Global Exercises

 Michael Fowler

Physics Department, UVa

 1. Orient the globe towards the light corresponding to 1 p.m. EDT in Charlottesville (that's noon EST) on June 21. At that instant, where in the world would an exactly vertical stick cast no shadow? (It might have to be on the deck of a level ship).

2. Is there only one spot in the whole world where this is true? Explain your answer.

3. By turning the globe around slowly with the base not moving, come up with an estimate of the times of sunset and sunrise in Charlottesville on June 21. (Give your answers in EDT.)

4. Find how long the night of June 21 is in Edinburgh, Scotland; Barrow, Alaska, and Quito, Ecuador. (And what does that name "Ecuador" mean?)

5. Eratosthenes found that on June 21 a vertical stick at Syene (now Aswan) cast no shadow. Check that out using a flat head nail. Then place another one at Eratosthenes' hometown of Alexandria. Notice that they are not parallel.

6. Orient the globe corresponding to the angle with the sun for September 21. Repeat question 4.

7. Place a nail on the globe at Charlottesville to see how the shadow moves throughout the day. Which way does it point at midday? Describe in words how the shadow on a similar sundial would move in Capetown, South Africa, then check out your prediction with the globe. What would a sundial designed to be used at the north pole in summertime look like?

8. Use the globe in the appropriate orientation to find the angle the sun makes with the vertical at midday on June 21? On December 21?

What we found when we did these exercises:

We had six globes (12" from Barnes and Noble, also at Toys R Us, $20 each) and had a group of four working with each globe. This is much more effective for learning than one globe in front of the whole class, and globes are not that expensive. For globe stands, we used inverted plastic buckets, which worked fine. All the globes were illuminated by a bright light placed carefully at just the height above the classroom floor of the centers of the globes.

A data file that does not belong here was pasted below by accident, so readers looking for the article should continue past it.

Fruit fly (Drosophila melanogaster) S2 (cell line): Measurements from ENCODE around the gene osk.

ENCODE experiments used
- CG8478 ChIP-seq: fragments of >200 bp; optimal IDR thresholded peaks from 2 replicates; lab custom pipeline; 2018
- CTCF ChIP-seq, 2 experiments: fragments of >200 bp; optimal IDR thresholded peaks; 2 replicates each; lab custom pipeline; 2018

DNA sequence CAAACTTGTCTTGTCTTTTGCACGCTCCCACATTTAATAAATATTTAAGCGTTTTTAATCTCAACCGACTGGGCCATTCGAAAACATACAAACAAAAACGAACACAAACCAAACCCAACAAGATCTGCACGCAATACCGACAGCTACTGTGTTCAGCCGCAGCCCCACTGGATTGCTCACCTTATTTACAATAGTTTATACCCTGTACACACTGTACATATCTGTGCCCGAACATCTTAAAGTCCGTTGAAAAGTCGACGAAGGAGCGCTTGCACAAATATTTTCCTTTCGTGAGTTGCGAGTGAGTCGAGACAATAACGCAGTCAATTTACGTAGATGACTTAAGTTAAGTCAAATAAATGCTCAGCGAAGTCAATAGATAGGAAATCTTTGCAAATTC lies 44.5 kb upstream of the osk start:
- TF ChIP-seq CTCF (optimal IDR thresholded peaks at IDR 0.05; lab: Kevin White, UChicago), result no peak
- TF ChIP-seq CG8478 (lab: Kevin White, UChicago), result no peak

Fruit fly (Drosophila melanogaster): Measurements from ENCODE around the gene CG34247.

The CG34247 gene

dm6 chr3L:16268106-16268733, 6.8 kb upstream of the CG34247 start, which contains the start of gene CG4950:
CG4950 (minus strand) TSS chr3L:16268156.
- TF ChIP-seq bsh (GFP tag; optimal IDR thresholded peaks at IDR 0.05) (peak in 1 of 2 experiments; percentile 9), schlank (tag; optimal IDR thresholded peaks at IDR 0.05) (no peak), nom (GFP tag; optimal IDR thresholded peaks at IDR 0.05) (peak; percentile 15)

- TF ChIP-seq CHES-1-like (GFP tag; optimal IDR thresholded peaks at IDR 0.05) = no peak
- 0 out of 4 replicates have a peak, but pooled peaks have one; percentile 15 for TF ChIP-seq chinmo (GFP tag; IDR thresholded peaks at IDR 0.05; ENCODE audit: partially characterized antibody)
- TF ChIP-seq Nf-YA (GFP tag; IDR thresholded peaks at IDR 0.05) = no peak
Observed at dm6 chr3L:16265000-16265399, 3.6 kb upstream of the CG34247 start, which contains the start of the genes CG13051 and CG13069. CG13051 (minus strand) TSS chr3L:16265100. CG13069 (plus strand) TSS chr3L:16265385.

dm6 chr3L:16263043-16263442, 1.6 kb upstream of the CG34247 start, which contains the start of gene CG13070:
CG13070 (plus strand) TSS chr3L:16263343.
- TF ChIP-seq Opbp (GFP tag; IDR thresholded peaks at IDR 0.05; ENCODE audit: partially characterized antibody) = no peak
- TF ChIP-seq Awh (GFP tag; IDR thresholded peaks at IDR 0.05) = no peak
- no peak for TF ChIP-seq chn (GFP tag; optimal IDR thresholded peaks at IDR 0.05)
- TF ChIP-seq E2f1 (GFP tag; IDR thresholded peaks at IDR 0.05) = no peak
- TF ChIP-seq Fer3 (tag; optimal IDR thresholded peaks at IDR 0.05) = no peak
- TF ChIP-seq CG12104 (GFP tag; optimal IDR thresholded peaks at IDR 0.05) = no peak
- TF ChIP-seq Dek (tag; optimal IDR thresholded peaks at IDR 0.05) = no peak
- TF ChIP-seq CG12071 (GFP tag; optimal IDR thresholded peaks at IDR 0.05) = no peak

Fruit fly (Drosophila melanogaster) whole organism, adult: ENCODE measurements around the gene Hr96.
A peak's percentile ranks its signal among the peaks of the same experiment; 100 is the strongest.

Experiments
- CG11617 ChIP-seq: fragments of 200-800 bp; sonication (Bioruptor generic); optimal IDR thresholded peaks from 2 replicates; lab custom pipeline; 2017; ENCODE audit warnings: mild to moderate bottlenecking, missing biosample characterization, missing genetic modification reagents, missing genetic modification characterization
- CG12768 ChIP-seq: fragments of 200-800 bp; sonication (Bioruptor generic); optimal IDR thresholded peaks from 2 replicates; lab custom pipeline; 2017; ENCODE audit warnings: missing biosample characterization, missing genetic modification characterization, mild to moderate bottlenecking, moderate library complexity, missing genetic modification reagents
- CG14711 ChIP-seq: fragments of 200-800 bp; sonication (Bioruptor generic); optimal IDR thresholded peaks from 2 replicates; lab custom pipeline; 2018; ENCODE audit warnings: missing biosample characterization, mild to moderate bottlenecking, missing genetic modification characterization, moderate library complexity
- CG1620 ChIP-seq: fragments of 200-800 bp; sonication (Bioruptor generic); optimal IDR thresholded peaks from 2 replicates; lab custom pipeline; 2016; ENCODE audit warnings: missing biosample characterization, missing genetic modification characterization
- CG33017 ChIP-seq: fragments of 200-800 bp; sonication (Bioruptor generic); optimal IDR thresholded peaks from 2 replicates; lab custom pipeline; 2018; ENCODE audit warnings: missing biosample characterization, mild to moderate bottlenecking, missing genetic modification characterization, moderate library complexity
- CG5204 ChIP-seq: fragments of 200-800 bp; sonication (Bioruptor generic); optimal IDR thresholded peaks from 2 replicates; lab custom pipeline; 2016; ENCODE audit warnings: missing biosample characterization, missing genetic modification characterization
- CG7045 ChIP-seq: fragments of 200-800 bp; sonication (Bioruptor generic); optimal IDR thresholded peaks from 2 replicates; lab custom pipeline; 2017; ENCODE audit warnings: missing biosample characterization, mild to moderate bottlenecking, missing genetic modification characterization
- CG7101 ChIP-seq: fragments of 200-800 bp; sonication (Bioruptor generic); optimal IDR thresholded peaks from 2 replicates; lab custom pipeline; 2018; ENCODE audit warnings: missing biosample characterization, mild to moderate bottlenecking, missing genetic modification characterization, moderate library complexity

One problem was that using a single bright light for the sun, reflected light from the walls was bright enough to make the difference between "day" and "night" on the globe rather small (although not difficult to see). For a class using a single globe, this can be solved by using a projector, with the slide replaced by something with a round hole in it just big enough to fully illuminate the globe. There is then little reflected light. This is not practical for several groups in the room, of course. We could have put black material to shield the backs of the globes a bit. It would be dramatic to do the experiment outside after dark.

We used roofing nails, because they have a large flat head, so when the head is placed in good contact with the globe, the nail is definitely vertical. However, holding the nail  between the fingers, it's difficult to see its shadow. Holding the nail with a pair of nail tweezers or a bent paper clip works pretty well, but then you have to be careful to check that its head is really flat against the globe. The nail can also be just taped against the globe, for example using two nails for question 7.

We went on to demonstrate phases of the moon as observed from earth. For this demonstration, we had a single setup. We used a three inch styrofoam ball to represent the moon (thus approximately the right size for our 12 inch globe earth). We illuminated the moon with the projector mentioned above, then viewed it using a small video camera placed on the surface of the earth, being sure to have the video camera "upright" as would be understood by someone standing on the earth at the corresponding point. It was the easy to see how the angle of the crescent moon was quite different viewed from different places on earth at the same time.

We did not put the moon the correct scaled distance from the earth, which would have been thirty feet.

Copyright ©1997 Michael Fowler